Literal thinking

30th March 2007 at 01:00
In a previous age, before she became the continuing professional development czar, Margaret Alcorn might have had a struggle.

In the good old days before teachers were invited to develop professional attitudes, she recalled at a conference recently, one of her former teacher colleagues despatched a boy out of class to get him 20 Benson and Hedges.

The boy duly came back - with a pie. When questioned why, he said the teacher had told him that, if he couldn't get the BHs, "just get me anything".

Was that a story about CPD - or enterprise?

But is it art?

The expressive arts are alive and well in Glasgow, as an innovative pavement artist found out a couple of weeks ago. Inviting passers-by to express their artistic feelings on Sauchiehall Street's pedestrian precinct, hordes of school pupils took up his offer.

Two lads of first year size got down to drawing with great gusto as the crowd looked on to see the biggest ever phallus appear before their eyes in chalky outline as one of them enthused to his pal: "That's what I call a willy!"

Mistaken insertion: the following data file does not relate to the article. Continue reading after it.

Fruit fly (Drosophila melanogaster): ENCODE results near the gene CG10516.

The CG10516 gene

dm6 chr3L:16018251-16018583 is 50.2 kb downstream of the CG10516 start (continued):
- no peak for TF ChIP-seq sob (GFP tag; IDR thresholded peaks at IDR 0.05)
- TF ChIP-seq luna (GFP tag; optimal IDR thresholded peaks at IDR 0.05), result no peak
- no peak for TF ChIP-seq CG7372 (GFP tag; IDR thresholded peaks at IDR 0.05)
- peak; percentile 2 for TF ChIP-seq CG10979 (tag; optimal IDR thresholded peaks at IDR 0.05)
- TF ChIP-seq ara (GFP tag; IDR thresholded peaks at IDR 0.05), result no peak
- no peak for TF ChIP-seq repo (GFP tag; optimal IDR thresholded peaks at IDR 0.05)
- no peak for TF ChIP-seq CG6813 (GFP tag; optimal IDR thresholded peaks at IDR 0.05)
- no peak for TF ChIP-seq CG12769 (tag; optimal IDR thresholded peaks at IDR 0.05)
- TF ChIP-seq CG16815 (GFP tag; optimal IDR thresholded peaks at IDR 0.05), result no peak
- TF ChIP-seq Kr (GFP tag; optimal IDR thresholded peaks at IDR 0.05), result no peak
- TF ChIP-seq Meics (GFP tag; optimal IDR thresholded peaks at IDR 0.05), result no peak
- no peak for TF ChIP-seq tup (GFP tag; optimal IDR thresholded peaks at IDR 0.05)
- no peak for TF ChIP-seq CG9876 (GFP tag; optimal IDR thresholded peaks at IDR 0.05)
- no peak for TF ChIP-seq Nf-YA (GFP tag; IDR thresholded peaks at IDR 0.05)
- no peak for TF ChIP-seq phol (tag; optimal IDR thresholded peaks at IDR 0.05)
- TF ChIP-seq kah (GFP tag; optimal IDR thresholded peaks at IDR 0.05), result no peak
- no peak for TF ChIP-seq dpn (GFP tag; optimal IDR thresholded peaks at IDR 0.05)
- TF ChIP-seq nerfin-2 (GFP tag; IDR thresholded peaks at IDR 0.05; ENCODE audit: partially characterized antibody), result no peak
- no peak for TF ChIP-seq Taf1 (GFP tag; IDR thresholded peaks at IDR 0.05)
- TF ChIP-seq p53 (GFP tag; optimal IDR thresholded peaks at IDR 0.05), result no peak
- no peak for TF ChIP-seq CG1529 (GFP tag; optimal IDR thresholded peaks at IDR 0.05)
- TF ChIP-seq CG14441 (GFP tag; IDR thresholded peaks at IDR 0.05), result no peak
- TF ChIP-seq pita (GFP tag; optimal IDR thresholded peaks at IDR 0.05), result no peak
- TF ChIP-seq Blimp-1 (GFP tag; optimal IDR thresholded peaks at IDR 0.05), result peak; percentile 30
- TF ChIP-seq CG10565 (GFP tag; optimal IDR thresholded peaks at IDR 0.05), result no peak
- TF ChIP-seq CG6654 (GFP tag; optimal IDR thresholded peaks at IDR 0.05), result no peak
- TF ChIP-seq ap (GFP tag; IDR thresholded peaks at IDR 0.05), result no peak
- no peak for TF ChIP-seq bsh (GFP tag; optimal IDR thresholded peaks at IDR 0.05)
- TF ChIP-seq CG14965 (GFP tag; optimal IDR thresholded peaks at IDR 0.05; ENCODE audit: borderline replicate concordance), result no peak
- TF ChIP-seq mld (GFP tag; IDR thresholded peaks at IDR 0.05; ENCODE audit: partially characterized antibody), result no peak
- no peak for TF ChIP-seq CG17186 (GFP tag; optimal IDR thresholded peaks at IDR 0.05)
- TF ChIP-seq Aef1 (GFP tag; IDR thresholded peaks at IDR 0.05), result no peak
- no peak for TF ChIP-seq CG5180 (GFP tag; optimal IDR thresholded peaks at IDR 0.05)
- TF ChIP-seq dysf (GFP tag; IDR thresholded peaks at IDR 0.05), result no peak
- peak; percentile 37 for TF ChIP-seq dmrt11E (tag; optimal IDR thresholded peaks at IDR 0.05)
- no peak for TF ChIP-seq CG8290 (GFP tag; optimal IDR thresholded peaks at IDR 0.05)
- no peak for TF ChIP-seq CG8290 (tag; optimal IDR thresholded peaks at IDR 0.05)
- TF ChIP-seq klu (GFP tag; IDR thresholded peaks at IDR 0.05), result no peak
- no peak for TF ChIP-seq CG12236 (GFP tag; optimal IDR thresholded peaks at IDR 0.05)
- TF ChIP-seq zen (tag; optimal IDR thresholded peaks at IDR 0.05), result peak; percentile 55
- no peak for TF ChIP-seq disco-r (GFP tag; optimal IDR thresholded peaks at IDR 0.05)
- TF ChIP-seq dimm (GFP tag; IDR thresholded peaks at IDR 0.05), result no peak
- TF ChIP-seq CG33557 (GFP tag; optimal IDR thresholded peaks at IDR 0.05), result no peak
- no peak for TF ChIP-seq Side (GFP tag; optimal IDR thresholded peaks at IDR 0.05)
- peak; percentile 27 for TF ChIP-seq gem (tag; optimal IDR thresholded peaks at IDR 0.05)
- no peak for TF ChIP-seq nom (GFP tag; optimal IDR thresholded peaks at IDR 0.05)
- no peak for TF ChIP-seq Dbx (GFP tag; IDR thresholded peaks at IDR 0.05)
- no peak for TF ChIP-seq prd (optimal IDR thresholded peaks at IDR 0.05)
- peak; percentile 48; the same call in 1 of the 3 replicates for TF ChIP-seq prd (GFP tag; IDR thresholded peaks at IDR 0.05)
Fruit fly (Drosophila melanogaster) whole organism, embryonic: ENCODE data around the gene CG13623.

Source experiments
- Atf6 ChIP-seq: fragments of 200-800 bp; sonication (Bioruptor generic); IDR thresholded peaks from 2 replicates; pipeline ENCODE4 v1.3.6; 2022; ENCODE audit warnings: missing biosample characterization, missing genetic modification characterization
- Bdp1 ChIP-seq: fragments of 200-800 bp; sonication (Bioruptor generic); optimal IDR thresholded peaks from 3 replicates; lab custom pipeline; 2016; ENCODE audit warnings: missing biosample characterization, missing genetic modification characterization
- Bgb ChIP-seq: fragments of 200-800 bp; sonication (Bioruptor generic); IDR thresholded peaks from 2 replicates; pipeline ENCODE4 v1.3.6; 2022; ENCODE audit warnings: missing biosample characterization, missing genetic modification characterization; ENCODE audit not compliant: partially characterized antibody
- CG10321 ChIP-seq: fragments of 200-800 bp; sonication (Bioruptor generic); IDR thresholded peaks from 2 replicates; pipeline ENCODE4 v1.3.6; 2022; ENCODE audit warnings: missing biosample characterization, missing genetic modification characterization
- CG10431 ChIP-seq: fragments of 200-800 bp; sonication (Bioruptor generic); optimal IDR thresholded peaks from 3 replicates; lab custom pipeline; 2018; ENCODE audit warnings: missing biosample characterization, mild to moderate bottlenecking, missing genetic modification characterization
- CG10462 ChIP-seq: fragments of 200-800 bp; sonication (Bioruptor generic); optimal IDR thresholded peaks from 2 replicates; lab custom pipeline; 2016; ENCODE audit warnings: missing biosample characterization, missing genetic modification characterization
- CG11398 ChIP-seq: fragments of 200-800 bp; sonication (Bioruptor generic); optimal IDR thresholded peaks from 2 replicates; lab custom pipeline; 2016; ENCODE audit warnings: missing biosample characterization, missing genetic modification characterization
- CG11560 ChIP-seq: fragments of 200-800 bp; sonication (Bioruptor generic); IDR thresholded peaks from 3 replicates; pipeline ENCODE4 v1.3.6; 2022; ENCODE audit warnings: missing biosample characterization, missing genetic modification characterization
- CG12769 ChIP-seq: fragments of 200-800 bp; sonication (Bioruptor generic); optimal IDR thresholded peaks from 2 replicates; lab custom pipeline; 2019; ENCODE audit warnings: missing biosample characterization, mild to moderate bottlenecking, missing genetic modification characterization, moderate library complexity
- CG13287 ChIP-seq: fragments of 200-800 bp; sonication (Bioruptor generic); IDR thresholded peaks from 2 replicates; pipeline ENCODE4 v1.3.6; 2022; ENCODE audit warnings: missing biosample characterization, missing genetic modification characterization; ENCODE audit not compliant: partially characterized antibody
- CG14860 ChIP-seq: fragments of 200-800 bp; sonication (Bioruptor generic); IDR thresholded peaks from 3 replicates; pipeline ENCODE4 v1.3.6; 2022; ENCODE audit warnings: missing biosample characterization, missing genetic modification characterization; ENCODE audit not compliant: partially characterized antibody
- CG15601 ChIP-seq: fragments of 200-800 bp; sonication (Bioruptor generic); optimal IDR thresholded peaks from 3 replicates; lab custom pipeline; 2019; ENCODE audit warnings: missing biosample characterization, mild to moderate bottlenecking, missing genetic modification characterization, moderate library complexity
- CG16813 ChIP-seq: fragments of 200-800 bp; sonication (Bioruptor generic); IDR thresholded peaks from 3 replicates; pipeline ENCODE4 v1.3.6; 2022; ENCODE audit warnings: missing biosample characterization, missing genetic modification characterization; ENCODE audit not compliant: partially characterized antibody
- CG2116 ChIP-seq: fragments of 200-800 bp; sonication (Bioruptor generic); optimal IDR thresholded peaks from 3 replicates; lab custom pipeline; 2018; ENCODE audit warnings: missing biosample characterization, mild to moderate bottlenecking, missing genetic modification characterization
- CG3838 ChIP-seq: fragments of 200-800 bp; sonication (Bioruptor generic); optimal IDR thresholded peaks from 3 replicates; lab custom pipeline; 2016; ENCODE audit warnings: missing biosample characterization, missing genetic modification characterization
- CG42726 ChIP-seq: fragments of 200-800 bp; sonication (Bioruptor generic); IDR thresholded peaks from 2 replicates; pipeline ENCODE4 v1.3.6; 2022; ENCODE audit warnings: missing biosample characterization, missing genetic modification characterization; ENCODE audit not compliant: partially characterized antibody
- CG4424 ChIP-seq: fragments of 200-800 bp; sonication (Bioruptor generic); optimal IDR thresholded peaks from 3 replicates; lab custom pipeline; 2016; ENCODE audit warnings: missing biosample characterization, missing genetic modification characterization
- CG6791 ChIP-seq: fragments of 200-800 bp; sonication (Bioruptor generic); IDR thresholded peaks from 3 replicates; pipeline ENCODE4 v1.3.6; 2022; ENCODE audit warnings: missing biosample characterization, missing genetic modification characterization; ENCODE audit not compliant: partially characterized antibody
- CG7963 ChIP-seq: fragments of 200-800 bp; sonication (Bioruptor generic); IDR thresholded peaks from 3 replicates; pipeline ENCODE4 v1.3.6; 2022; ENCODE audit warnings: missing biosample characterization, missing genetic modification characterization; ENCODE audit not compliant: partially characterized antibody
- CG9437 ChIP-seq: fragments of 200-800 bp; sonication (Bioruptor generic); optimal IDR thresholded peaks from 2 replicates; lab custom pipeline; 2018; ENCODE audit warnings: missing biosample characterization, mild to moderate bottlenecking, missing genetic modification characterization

The artist looked on in horror, hoping no doubt for a quick cloudburst.

No hoodies here

A newspaper feature on youth work recently highlighted Dumfries and Galloway's community learning and development service, aka "com ed", with an accompanying ad which seemed to be about their anti-boy racer project in Whithorn.

The image chosen at the top of the text, which included references to Corsa's, Peugeot 106's (sic), and being "ASBO'd", portrayed a hoodie looking longingly into a car scrapyard. And the name of the person in charge of the project? Donna Hoodless. Inspirational. Hopefully, she is in a good position to encourage the neds to give up their own hoodie hoods, park their racing cars - and even learn how to use the apostrophe.

Repeat performance

Walter Humes, of this parish and Paisley University, is not a man of few words. But sometimes words elude him. As he said to this year's annual conference of educational advisers, as they used to be called: "Let me not be accused of never saying a good word about SEED - a stopped clock is always right twice a day."

Linguistic operation

"Pushy parents" has a different meaning in Korea: there, parents send their children for tongue surgery which apparently makes it easier for them to pronounce English words, giving them an advantage in oral exams. See these international league tablesI

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